It was not a heroes’ welcome for those returning from the Vietnam War. Fortunately, the public has learned to separate the political decisions that determine a need for war from the role of those who actually fight the war. Today’s soldiers are greeted at airports and flight lines, experience hometown parades, and are openly called heroes.
Not so for Vietnam veterans, who often returned home in civilian clothes so they wouldn’t be identified as military or be taunted by non-veterans. Some admit they had been spat upon in airports, called “baby-killers” in public places.
It was extremely difficult for many of these veterans who had suffered life-threatening experiences in a strange and far-away place to come home to an all-too-often hostile reception.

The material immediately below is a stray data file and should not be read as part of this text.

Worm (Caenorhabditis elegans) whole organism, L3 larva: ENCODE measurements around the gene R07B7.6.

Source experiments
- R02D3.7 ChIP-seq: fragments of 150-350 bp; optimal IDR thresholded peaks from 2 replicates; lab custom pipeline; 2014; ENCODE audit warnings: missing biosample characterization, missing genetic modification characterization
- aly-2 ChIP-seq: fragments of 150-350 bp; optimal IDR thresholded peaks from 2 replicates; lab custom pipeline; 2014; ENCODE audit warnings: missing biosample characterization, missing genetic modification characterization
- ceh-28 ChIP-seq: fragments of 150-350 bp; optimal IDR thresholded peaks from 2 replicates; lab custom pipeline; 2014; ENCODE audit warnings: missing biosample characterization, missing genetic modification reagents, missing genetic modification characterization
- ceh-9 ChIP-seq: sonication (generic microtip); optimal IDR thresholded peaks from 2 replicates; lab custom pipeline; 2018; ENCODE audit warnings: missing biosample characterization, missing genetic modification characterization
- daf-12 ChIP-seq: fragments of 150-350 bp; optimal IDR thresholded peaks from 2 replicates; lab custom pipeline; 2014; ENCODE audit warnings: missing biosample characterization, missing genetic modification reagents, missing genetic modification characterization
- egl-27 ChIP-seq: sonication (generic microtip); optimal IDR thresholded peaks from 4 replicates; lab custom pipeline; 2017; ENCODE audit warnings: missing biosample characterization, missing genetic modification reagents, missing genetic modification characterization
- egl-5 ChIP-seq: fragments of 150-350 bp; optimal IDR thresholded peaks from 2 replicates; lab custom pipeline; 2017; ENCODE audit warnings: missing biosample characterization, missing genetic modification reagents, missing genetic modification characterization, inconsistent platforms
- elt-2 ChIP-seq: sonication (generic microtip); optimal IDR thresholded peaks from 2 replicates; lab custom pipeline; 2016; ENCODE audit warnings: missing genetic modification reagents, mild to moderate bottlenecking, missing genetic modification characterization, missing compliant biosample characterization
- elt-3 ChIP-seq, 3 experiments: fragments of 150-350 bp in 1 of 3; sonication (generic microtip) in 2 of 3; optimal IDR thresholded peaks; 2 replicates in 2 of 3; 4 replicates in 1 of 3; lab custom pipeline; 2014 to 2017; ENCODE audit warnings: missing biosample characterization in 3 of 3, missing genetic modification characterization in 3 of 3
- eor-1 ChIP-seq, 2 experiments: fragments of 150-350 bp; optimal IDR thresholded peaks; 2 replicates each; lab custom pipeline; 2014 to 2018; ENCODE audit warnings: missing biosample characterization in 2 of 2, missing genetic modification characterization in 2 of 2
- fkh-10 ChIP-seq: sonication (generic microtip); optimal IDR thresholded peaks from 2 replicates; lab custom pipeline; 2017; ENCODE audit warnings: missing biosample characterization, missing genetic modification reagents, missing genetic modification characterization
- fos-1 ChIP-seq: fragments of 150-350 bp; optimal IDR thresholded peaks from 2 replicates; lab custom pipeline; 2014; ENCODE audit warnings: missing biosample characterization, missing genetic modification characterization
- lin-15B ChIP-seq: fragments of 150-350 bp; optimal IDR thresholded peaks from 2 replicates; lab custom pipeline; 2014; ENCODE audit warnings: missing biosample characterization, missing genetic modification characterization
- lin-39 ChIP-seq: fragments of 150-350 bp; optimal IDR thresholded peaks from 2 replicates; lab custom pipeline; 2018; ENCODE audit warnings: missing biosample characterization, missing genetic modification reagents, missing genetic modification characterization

Slowly a number of places have erected memorials, monuments, and museums dedicated to Vietnam veterans, but they offer little comfort to those scarred by bitter warfare and a cold homefront.
“Even before I joined the Army, I’d visit my high school friends that came home [from Vietnam] at the Jamaica (NY) VA, and I could sense they were different. I felt that if I didn’t visit them, no one else would. Because people were afraid…because they’d heard stories about returning Veterans…” James Burns, Army Veteran 1970-1974
“I recall the reception accorded the returning servicemen and women of that war. No celebrations, no tickertape parades. How does one fathom the swell and intensity of emotions that caused so many to turn on the nation’s defenders? It simply is not possible to reject those who lay their lives on the line for their country. There is no satisfactory answer…” Sam Cordova, Air Force Veteran